On average, the Sierra snowpack supplies about 30% of California’s water needs and is an important factor in determining how DWR manages the state’s water resources. Its natural ability to store water is why the Sierra snowpack is often referred to as California’s “frozen reservoir.” A below-average snowpack impacts water users across the state, putting further stress on the environment and critical groundwater supplies.

Due to these increasing swings from dramatically wet to dry conditions, Governor Gavin Newsom’s recently released water strategy, named “California’s Water Supply Strategy, Adapting to a Hotter, Drier Future.” It calls for investing in new projects and technologies that will modernize how the state manages water. Hotter and drier weather conditions spurred by climate change could reduce California’s water supply by up to 10% by the year 2040.

In alignment with Newsom’s strategy, DWR’s recently updated Central Valley Flood Protection Plan identifies actions needed to adapt much of California’s flood infrastructure to a rapidly changing climate. Current climate research indicates the state will see bigger swings from extreme heat and dry conditions to larger and more powerful storms that deliver temporary large boosts to the state snowpack as well as flood risk. 

The initiatives in Newsom’s plan cost $8 billion in state investments over the last two years to help conserve the water it will need to keep up with the increasing pace of climate change, generating enough water in the future for more than 8.4 million households by 2040. 

According to Newsome’s press release, this approach to California’s water supply management recognizes the latest science that indicates the American West is experiencing extreme, sustained drought conditions caused by hotter, drier weather. Unfortunately, there will be less water to meet the state’s needs due to a handful of reasons. The warming climate means that a greater share of the rain and snowfall California receives will be absorbed by dry soils, consumed by thirsty plants, and evaporated into the air.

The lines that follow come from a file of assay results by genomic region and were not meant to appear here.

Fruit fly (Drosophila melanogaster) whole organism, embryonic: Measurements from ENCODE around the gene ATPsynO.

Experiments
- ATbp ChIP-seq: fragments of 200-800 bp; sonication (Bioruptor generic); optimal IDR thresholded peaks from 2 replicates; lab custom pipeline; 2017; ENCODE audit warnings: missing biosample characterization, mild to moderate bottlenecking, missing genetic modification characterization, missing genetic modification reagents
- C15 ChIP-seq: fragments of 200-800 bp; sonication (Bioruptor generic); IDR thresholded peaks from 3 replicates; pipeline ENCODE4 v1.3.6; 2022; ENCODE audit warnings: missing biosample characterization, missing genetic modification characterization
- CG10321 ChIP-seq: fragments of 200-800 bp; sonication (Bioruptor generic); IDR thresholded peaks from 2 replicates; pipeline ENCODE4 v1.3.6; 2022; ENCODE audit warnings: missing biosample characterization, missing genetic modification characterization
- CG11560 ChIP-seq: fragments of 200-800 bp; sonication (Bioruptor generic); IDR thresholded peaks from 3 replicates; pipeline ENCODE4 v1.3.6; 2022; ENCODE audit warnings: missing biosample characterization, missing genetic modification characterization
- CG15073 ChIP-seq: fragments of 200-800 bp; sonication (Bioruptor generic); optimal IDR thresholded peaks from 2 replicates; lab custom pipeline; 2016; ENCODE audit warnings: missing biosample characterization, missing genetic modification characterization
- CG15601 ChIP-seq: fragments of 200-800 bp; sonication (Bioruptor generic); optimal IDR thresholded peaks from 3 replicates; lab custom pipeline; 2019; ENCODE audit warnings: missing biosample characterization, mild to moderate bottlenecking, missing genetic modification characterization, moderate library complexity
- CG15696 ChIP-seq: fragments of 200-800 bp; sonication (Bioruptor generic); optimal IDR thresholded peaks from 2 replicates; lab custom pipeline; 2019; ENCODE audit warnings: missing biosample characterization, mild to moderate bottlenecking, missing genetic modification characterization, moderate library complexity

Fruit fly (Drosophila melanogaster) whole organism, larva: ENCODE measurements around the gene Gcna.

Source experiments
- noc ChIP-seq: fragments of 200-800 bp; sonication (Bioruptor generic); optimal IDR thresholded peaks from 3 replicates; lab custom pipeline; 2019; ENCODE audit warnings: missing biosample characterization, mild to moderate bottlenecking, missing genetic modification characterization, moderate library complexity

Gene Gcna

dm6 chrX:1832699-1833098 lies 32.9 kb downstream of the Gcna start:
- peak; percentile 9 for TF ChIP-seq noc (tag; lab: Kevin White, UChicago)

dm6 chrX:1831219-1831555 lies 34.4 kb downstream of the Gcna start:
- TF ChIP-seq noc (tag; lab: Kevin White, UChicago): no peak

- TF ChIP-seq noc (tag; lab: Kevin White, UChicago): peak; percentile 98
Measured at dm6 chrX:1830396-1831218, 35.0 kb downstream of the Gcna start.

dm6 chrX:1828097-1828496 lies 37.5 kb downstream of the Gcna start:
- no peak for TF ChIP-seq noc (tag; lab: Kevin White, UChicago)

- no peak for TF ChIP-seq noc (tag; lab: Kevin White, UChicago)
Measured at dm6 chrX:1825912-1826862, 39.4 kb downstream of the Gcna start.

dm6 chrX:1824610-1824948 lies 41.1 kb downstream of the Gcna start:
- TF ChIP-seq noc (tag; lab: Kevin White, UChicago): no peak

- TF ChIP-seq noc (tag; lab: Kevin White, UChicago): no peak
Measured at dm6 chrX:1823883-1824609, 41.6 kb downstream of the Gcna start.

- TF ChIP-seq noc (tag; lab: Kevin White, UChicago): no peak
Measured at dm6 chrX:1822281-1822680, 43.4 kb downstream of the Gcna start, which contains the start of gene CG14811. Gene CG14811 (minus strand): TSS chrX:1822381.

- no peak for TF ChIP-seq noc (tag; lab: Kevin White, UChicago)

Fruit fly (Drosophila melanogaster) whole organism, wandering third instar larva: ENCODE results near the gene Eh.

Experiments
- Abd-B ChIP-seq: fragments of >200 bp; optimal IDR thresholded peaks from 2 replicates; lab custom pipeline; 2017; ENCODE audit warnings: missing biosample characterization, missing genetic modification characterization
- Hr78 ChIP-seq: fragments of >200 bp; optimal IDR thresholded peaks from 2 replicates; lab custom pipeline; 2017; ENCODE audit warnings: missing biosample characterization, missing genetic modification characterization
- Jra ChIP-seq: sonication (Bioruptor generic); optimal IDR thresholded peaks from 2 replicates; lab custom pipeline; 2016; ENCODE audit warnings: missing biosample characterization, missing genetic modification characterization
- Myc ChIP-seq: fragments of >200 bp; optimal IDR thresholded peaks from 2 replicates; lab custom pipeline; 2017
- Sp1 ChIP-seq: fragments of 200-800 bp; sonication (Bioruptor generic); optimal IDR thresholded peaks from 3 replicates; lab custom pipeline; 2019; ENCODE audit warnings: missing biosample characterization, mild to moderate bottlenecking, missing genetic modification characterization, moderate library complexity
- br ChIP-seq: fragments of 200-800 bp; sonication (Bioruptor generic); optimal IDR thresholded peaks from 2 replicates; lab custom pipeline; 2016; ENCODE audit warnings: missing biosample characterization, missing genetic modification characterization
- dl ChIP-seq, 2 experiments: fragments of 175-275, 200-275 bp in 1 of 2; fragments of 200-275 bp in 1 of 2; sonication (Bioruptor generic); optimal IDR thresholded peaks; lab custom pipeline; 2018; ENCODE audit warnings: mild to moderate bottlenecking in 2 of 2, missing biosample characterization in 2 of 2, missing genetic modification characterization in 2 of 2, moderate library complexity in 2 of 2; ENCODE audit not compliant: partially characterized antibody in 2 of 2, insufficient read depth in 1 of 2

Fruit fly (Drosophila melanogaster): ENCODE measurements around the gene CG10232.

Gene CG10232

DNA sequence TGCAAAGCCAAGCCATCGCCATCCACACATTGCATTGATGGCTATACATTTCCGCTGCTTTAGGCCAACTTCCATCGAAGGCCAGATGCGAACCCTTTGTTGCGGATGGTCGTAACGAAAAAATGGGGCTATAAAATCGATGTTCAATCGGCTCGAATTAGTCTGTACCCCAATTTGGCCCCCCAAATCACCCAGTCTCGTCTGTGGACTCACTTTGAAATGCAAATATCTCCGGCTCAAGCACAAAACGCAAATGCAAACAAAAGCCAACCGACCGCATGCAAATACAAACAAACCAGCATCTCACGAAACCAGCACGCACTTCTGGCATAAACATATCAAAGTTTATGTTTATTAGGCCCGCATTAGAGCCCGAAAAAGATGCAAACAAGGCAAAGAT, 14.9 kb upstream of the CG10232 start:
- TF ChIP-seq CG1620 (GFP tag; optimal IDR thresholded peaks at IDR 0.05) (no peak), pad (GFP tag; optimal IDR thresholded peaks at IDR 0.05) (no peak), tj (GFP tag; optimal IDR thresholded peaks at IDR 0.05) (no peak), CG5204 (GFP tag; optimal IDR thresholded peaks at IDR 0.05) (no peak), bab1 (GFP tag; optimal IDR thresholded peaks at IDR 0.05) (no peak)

To help make up for the water supplies California could lose over the next two decades, the strategy prioritizes actions to capture, recycle, de-salt and conserve more water. These actions include:

  • Creating storage space for up to 4 million acre-feet of water, which will allow us to capitalize on big storms when they do occur and store water for dry periods
  • Recycling and reusing at least 800,000 acre-feet of water per year by 2030, enabling better and safer use of wastewater currently discharged to the ocean.
  • Freeing up 500,000 acre-feet of water through more efficient water use and conservation, helping make up for water lost due to climate change.
  • Making new water available for use by capturing stormwater and desalinating ocean water and salty water in groundwater basins, diversifying supplies and making the most of high flows during storm events.